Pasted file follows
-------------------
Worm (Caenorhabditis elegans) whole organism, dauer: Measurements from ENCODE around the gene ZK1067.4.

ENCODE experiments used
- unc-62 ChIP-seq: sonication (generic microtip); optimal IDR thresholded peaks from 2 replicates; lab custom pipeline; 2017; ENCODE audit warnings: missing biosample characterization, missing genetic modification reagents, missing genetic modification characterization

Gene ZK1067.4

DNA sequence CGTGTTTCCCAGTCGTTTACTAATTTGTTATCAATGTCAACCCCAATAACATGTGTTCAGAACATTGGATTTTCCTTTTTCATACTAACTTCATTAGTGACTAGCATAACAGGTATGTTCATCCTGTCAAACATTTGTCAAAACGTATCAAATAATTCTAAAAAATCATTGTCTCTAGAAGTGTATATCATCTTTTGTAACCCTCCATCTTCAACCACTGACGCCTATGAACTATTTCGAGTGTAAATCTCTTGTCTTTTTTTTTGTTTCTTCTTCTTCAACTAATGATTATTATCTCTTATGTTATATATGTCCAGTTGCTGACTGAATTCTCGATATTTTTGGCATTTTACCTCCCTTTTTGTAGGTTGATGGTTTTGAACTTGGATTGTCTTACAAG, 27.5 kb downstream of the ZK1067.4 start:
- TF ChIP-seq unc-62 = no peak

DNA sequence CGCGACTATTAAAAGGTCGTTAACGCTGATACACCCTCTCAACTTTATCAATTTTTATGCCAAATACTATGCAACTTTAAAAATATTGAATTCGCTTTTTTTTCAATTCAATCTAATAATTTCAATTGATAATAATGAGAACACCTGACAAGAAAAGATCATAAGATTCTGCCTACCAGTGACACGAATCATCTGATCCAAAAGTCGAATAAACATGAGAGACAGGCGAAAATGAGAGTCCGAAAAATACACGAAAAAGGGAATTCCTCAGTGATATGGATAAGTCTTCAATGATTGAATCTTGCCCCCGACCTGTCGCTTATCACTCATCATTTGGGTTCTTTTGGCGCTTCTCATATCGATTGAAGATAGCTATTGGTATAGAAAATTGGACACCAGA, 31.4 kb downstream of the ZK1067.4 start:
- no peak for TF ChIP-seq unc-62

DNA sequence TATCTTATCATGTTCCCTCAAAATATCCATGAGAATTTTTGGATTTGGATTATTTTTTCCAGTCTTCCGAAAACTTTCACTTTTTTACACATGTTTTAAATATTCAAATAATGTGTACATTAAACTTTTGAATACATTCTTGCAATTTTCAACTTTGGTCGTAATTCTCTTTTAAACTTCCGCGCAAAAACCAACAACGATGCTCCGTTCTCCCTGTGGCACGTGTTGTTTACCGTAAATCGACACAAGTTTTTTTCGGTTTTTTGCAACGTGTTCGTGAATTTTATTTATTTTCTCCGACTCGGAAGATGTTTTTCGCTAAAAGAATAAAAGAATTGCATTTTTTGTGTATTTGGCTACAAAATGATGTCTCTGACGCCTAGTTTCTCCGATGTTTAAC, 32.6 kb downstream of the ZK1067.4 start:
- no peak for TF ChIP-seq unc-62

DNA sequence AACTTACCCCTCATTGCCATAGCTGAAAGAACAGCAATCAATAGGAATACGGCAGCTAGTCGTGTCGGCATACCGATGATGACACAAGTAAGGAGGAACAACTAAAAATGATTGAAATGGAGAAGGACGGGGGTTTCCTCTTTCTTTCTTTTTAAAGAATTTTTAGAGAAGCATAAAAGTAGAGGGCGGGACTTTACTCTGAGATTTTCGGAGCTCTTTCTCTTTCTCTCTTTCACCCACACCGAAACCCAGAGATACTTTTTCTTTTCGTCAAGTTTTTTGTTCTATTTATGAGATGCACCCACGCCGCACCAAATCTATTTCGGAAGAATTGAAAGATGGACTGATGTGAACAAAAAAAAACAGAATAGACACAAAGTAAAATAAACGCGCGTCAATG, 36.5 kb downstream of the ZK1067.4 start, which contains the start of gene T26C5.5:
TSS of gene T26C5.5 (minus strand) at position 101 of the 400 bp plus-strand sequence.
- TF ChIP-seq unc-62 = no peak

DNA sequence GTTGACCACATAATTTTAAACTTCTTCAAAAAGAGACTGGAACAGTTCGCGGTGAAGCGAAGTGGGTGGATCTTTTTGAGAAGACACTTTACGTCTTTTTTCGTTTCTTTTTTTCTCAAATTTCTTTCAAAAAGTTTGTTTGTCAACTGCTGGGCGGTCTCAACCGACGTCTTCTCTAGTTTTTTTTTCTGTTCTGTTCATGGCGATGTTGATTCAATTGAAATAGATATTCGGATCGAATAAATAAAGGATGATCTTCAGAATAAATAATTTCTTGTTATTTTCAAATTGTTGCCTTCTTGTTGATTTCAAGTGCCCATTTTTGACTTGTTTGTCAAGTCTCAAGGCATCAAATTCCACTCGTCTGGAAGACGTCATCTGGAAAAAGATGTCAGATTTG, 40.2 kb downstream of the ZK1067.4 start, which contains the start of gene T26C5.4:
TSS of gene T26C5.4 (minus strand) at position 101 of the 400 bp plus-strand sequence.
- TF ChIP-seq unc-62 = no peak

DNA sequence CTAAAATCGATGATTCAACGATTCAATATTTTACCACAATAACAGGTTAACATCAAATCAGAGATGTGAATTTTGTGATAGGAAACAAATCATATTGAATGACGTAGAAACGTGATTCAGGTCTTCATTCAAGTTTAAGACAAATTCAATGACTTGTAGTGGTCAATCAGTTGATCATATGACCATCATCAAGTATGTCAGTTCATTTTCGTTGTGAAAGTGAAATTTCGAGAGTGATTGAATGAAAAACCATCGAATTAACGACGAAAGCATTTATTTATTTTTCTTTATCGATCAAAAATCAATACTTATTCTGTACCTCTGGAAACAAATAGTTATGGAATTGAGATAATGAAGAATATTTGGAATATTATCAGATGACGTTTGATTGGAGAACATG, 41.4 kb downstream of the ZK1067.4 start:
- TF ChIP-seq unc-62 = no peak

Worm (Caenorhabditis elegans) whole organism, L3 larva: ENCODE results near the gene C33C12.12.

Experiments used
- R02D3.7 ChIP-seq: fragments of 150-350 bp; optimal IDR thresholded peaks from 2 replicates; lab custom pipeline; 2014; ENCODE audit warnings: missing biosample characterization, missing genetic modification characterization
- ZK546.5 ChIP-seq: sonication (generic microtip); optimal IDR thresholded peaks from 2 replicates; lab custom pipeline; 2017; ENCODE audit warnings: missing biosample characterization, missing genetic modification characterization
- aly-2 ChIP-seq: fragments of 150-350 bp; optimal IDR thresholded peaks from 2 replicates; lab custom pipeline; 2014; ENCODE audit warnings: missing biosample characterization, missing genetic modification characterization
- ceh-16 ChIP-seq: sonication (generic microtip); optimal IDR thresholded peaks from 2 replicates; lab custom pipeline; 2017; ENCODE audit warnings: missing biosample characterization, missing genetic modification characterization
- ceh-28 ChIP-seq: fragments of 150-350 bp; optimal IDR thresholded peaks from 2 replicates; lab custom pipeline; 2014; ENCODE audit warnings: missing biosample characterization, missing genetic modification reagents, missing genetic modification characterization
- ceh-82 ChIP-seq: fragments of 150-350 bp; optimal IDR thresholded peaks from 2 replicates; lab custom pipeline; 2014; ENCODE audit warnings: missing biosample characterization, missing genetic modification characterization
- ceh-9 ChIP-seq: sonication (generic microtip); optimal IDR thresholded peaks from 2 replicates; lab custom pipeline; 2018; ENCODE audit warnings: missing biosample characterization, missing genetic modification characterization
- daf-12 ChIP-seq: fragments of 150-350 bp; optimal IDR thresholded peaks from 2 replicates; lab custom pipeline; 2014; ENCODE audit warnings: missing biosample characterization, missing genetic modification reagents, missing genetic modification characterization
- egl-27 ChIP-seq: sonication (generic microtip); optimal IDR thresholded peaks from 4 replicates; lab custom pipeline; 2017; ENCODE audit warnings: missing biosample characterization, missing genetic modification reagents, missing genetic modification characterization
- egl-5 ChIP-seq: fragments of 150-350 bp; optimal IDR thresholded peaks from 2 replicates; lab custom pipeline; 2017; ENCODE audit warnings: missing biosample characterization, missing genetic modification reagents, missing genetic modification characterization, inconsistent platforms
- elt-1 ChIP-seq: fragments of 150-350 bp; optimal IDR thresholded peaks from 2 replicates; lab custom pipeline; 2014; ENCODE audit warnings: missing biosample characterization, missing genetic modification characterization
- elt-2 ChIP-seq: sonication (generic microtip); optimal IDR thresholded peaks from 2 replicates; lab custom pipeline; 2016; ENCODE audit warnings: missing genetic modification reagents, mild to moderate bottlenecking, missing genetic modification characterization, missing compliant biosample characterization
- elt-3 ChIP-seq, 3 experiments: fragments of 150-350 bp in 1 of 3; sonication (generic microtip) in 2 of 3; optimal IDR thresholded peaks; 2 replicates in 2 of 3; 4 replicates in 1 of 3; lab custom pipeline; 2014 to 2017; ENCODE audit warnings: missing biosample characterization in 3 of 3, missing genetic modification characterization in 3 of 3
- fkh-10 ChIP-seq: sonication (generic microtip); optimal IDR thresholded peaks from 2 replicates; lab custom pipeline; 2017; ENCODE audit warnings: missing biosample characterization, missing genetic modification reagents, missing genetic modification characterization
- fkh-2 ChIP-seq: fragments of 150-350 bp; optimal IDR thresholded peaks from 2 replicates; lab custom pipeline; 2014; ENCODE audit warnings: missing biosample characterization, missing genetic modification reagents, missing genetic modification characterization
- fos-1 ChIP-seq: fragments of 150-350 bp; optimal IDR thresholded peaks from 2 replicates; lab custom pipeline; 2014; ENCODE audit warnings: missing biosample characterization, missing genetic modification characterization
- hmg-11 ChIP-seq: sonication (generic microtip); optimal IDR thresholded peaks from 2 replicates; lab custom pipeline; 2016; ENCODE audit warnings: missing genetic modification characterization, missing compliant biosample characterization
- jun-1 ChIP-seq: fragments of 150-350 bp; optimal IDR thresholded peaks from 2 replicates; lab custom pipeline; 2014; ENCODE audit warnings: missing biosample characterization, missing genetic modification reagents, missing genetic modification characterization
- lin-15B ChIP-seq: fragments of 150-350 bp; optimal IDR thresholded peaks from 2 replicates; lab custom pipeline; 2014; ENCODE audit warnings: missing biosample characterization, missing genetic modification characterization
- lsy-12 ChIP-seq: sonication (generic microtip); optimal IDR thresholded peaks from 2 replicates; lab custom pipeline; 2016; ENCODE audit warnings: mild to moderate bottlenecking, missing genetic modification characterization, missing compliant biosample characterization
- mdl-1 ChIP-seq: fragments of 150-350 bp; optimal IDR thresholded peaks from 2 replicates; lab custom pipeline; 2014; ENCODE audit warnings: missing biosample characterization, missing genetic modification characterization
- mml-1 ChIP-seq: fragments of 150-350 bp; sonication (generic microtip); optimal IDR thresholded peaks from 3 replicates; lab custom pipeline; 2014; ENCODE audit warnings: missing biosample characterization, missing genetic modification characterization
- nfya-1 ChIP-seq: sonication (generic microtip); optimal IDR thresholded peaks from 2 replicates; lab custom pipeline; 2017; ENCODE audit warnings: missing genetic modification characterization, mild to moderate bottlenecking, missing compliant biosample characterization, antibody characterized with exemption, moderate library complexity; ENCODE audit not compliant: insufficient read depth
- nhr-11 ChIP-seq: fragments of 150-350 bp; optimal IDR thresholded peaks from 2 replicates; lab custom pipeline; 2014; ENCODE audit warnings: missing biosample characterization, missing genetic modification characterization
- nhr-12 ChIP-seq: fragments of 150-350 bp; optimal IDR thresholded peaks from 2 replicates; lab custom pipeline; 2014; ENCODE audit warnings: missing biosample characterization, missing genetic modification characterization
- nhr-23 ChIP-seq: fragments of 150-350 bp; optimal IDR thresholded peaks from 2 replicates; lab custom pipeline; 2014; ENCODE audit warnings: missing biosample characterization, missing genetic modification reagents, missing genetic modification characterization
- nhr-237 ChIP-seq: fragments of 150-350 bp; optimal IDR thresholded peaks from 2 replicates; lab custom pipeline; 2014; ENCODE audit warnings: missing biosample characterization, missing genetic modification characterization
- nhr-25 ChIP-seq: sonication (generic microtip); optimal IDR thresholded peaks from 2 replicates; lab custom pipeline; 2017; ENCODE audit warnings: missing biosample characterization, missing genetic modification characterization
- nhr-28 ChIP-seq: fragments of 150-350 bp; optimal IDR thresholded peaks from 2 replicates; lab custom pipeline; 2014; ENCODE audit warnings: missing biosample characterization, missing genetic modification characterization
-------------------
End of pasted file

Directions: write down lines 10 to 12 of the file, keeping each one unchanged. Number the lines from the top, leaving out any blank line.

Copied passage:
- no peak for TF ChIP-seq unc-62

DNA sequence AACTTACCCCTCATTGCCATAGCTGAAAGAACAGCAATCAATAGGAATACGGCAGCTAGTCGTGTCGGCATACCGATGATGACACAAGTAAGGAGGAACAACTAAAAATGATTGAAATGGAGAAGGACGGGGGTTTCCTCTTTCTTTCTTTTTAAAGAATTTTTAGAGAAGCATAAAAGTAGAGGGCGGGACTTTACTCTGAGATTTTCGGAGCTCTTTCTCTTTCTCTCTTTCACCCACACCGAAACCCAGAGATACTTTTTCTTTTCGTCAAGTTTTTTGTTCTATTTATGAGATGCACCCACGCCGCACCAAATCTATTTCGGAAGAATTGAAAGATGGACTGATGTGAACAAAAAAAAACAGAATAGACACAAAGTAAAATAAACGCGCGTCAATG, 36.5 kb downstream of the ZK1067.4 start, which contains the start of gene T26C5.5:
TSS of gene T26C5.5 (minus strand) at position 101 of the 400 bp plus-strand sequence.